Eternity #69 May 2016
What do Australian Christians have that our brothers and sisters in other countries wish they had? An unexpected but true answer is the National Church Life Survey. Most other countries (the United States is a good example) have “guestimates”, but Australia has good statistics of who goes to church, how often, how many newcomers and a host of other statistics.
All Christian churches in Australia have been invited to join the 2016 National Church Life Survey (2016 NCLS) in October. Every local church has been sent an invitation pack, encouraging them to take part.
“This national venture, held every five years since 1991, alongside the national census, is only possible with the involvement of thousands of church leaders. It is testimony to the visionary leadership and trust that forms the basis of this church life research,” said Dr Ruth Powell, Director of NCLS Research.
Strong commendations have been received from Catholic and Anglican archbishops and bishops, as well as national and state leaders of Evangelical, Pentecostal and mainstream denominations and movements.
NCLS Research works with denominational leaders on survey design and resource delivery to best suit churches. Some denominations integrate the NCLS with their own strategic plans and some subsidise the costs for local churches. International and national researchers are also being consulted on wide-ranging research topics.
“I am gratified to hear of denominations that plan to encourage high participation of their local churches, including financial support. They are embracing the full opportunities the NCLS offers to inform strategic leadership,” said Powell.
Every local church is welcome to take part in the 2016 NCLS – whether or not their region is fully involved. Survey orders are now open. Churches are encouraged to contact their NCLS regional coordinator to check administrative arrangements for their region or denomination. Churches can sign up by ordering surveys, either through their regional coordinator via a printed order form or online.
Baptist pastor Craig Corkill says the NCLS is a vital part of planning. He is the senior pastor at Narara Valley Baptist Church, a church of about 500 on the NSW Central Coast, about an hour north of Sydney. NVBC have been doing a Church Life Survey every year for the past five years.
NCLS: Why do the NCLS?
Craig: Before becoming a pastor I was a researcher for a government department, preparing reports for management and planning, etc. And so I know the value of having good data and taking the time to analyse it. I’m a big fan of Bill Hybels’ axiom: “The facts are your friends.”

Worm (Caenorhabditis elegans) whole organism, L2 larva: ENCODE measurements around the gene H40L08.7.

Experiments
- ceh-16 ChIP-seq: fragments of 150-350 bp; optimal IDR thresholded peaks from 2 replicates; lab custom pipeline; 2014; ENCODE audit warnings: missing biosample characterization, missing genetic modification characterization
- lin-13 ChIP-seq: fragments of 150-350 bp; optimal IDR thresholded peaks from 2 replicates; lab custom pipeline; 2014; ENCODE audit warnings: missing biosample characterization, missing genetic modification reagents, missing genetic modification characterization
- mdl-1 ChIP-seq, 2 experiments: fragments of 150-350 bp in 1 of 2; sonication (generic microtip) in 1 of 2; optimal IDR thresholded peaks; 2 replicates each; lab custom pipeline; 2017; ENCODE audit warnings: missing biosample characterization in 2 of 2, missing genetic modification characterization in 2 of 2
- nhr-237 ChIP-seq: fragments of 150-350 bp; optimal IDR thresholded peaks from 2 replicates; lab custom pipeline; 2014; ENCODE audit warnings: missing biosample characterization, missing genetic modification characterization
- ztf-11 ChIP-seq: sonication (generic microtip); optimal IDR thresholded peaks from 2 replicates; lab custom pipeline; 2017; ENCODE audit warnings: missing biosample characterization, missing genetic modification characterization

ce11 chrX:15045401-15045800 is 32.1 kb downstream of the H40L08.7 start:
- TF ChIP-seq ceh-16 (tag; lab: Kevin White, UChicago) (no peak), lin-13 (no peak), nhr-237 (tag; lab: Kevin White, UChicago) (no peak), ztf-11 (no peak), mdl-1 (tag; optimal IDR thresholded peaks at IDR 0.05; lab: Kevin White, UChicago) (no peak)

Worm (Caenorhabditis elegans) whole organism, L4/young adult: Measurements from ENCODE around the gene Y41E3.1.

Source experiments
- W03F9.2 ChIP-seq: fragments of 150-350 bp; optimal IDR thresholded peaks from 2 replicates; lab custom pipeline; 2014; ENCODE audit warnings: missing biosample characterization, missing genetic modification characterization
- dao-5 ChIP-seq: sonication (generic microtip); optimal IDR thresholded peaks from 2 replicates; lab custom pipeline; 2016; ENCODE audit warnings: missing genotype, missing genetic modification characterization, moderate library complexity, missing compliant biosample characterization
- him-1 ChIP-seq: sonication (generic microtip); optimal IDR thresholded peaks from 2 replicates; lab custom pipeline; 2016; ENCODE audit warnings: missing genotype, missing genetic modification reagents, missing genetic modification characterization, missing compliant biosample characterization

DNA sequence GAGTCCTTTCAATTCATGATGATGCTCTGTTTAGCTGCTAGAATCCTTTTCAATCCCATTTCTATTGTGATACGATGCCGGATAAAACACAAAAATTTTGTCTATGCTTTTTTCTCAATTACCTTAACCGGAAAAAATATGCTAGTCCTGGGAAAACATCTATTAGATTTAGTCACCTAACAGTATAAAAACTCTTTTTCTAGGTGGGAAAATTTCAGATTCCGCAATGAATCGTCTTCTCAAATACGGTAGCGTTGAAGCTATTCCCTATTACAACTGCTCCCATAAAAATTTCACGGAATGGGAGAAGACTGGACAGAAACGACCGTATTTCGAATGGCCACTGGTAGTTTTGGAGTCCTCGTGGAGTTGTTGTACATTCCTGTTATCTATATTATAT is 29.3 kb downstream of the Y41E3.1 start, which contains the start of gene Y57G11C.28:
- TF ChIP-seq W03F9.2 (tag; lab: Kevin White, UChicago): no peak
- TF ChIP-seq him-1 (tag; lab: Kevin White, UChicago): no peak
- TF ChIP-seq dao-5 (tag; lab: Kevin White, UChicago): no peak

NCLS: How do you make use of it at your church?
Craig: Normally we receive the results right before our October pastors and staff retreat and we’ll spend a few hours just going over them. The data provides a gauge to assess whether the goals we set in the preceding year had been achieved. We then prayerfully look at goals for the forthcoming year, with the NCLS information forming an integral part of our strategic planning.
NCLS: What do you do about areas of challenge, places where the results have gone down?
Craig: Bad news can be tough but it’s better than putting your head in the sand. For me the stakes are too high. And I think sometimes people don’t like doing this sort of stuff because they’re afraid it will actually show up that there’s a problem here. But if we know about it we can do something about it, in God’s strength.
NCLS: You’ve mentioned setting goals a lot – is that the first step for you?
Craig: The first thing for us on retreat is a guided meditation time, where we lay all our ministry before God. Then we go through the data, asking “how did we go with goals from the last year?” because we’ve been doing this repeatedly and we are in a pattern now. What are the high-five moments? But it can’t always be only that. What did we not reach? Were goals stupidly high? Were we kidding ourselves? Or did the strategies we put in place just not work? Why?
NCLS: So, for example, you’ll look at the results for Vision from last time and this time – I had a goal; did I reach it?
Craig: More – “did we reach it?” Our overall vision at NVBC doesn’t change. We learned the hard way that if the vision is too complex people don’t get it. Ours is simple (“Desperate for God, Passionate for People”), mentioned all the time, and continually incorporated into what we say and do, as are the principles for how we aim to realise that vision.
We encourage our leaders to begin their planning with “what do you sense God is calling you to do in the next 12 months?” What is the vision first, before moving to strategy and events. Then our planning will focus on strategy, with specifics. We’ll ask “what’s our focus for the next 12 months?” In light of that focus for the next year, what’s the key data that we need to focus on within the NCLS survey for the next 12 months?
So, for example, we’ll look at faith sharing. We’ll look at percentage of youth in the church, newcomers, etc. We’ll also take into account what people have told us they want us to focus on, but we will put that together with what we sense before God, and the overall direction we think we should be going in.
NCLS: So, are you going to keep using the survey for planning?
Craig: You get a really good snapshot of where your church is at. NCLS helps me to gauge whether we’re reaching our redemptive potential as a church. I don’t want to be pastoring a church where we think we “might” be being effective for the kingdom – I want to know! And if we’re not, let’s change some things so that we can be.